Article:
When Samsung introduced the “Ultra” moniker with the Galaxy S20 Ultra, it was clear what they were going for – throwing all the specs in the book at a device to create an ultra-premium phone. Galaxy Note 20 Ultra is the second version of this train of thought and it, mostly, hits it out of the park – going toe-to-toe with Apple’s most premium flagship, iPhone 11 Pro.
What we love – Mystifying Mystic Bronze, Stylin’ stylus and triple camera chops
Let’s kick off with the ultra-premium design, the Samsung Galaxy Note 20 Ultra might be the best-looking phone ever made. The Note 20 Ultra design is like that of a glorious slab of technological jewellery – especially in the new Mystic Bronze colour.
While the new design of the Note flagship this year is stunning, the signature of the range has always been the S Pen and it’s had a monumental upgrade for 2020. The new S Pen has had its response time obliterated – down from 40ms to 9ms – providing an almost writing on paper-like experience.
The camera of the Note 20 Ultra feels like a refined and, honestly, more sensible take than the Galaxy S20 Ultra. First off, that obscene 100x Space Zoom is down to just 50x and comes equipped with 5x optical zoom too. The zoom combined with a 108-megapixel main sensor, a 12-megapixel ultra-wide and 12-megapixel telephoto makes for some remarkably vibrant results.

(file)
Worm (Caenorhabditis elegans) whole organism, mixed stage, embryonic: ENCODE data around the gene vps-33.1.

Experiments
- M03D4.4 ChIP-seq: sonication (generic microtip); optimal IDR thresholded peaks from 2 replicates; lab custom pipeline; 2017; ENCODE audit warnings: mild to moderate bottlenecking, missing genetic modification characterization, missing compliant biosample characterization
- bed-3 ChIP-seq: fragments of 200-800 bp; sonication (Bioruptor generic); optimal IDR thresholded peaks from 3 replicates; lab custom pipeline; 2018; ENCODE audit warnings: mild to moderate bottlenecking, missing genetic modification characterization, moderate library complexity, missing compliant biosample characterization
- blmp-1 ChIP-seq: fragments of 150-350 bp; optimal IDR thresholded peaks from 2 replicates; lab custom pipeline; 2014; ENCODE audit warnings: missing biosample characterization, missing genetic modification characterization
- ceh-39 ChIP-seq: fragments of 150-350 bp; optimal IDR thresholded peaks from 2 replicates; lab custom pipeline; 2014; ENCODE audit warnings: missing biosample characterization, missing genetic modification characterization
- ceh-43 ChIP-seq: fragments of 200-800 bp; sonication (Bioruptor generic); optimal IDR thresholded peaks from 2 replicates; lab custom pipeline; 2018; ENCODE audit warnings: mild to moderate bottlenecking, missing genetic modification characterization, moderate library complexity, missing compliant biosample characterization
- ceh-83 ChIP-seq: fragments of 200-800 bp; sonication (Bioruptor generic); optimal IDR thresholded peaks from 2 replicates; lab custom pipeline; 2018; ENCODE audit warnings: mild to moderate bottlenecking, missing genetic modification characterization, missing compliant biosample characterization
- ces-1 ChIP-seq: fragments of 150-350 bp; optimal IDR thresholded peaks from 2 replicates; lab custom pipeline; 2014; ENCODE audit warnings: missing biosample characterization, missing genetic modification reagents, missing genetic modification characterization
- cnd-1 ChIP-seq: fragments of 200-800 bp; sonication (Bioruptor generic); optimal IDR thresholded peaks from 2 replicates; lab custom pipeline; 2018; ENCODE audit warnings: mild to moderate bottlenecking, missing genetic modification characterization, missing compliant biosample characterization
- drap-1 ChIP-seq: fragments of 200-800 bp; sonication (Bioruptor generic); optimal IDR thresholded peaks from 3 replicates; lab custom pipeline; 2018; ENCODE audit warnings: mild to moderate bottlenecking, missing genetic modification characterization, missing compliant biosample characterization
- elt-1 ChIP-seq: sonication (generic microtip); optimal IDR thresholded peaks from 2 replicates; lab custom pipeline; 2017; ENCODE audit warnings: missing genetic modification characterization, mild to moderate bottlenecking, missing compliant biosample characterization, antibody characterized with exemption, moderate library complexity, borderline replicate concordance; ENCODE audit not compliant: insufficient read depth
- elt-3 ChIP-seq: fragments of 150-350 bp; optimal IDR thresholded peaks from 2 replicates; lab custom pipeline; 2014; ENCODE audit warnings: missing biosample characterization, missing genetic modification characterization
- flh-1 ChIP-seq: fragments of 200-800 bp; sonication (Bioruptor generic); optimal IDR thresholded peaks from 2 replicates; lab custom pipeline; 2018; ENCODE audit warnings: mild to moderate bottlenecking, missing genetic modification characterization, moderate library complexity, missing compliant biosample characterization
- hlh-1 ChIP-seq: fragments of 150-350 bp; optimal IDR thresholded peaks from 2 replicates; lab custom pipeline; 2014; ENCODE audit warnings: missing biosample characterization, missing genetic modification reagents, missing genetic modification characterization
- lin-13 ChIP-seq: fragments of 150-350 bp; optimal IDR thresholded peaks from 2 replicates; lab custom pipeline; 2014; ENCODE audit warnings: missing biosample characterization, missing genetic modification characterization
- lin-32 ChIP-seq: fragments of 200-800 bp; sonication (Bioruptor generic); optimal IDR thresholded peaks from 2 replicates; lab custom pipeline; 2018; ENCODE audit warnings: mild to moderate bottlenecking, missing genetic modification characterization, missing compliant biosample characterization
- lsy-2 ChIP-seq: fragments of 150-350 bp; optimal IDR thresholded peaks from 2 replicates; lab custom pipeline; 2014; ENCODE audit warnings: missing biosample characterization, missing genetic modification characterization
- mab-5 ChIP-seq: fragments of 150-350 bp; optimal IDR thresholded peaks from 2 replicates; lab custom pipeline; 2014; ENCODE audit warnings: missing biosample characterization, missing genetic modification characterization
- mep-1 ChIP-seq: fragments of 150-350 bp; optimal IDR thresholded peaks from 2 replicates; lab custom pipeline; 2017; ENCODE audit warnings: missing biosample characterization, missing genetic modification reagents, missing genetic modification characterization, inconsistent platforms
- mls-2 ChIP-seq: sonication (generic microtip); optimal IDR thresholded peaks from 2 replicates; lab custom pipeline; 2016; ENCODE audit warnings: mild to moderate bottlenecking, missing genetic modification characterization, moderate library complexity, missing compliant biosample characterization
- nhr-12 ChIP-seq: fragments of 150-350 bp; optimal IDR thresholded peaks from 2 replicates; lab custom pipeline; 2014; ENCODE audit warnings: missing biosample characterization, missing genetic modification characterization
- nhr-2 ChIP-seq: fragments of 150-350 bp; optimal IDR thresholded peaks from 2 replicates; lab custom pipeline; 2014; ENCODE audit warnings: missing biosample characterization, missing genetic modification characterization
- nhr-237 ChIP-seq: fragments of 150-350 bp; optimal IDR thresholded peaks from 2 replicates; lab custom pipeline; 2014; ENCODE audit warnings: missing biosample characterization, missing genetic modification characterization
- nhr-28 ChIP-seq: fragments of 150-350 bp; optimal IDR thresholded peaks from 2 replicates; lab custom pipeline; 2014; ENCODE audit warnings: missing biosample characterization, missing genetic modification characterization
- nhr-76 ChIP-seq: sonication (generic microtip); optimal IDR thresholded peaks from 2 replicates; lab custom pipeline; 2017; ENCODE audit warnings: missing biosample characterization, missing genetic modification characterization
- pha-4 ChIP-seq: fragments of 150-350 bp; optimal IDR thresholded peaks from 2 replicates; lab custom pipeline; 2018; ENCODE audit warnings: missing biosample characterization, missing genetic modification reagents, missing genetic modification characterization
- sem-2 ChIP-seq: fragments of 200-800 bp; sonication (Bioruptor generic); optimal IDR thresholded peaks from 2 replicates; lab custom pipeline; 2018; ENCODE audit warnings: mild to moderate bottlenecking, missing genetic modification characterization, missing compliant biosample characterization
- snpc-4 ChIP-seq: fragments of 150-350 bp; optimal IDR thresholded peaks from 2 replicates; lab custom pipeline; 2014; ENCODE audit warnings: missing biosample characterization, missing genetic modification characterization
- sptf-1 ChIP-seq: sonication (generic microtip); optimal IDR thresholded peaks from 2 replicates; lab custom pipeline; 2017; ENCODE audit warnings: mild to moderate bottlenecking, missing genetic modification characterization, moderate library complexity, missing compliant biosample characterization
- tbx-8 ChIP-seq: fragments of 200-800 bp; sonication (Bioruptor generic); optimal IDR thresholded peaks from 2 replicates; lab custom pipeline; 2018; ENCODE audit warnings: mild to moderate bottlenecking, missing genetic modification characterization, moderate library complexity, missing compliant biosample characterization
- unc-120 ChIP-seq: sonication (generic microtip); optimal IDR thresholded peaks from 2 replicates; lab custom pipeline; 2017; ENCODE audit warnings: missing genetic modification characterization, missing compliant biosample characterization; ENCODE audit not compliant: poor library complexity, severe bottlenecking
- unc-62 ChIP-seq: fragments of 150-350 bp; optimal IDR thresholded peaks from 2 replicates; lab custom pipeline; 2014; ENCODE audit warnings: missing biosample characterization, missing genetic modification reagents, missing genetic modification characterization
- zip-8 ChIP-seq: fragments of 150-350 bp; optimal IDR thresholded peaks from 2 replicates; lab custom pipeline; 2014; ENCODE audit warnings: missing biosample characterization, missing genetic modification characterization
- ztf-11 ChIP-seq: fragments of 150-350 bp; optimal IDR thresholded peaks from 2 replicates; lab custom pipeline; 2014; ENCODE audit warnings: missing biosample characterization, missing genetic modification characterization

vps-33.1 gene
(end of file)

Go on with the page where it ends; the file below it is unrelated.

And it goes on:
Read this: Tell us your choice for the best phone you can buy
What we don’t like – Refresh rate limit hurts, Exynos woes and wallet-emptying price
The Galaxy Note 20 Ultra is likely the most premium phone on the market right now (not counting fancy folding phones) and, if you pay for the privilege, you’ll want to be able to take advantage of all that luxury.
Yet, Samsung still restricts its glorious 120Hz display to just 1080p with the requirement to drop down to 60Hz to take advantage of the screen’s full resolution. Admittedly, Samsung likely makes this decision to save battery life but at least give us the choice to go full whack.
The next problem is more of a UK-centric one. While the US gets the powerhouse Qualcomm Snapdragon 865+, the UK is saddled with Samsung’s own Exynos 990. The Exynos 990 isn’t bad but it is worse than its Qualcomm equivalent in terms of performance and battery life.
The last point may be a bit redundant when talking about “the most premium phone on the market right now” but the Galaxy Note 20 Ultra is pricey, very pricey. Starting at £1179 and going up from there as you increase storage, you won’t be getting your hands on this ultra-premium device without a good wodge of cash – making the point about using the device’s screen to the full all the more frustrating.
If you’ve got the cash, the Galaxy Note 20 Ultra is the most premium Android phone you can buy. This Samsung faces tough competition from the company’s own Galaxy S20 as well as the more affordable OnePlus 8 Pro. However, the most recent Samsung flagship is rife with top drawer features, a design to die for and a signature S Pen that is better than ever.
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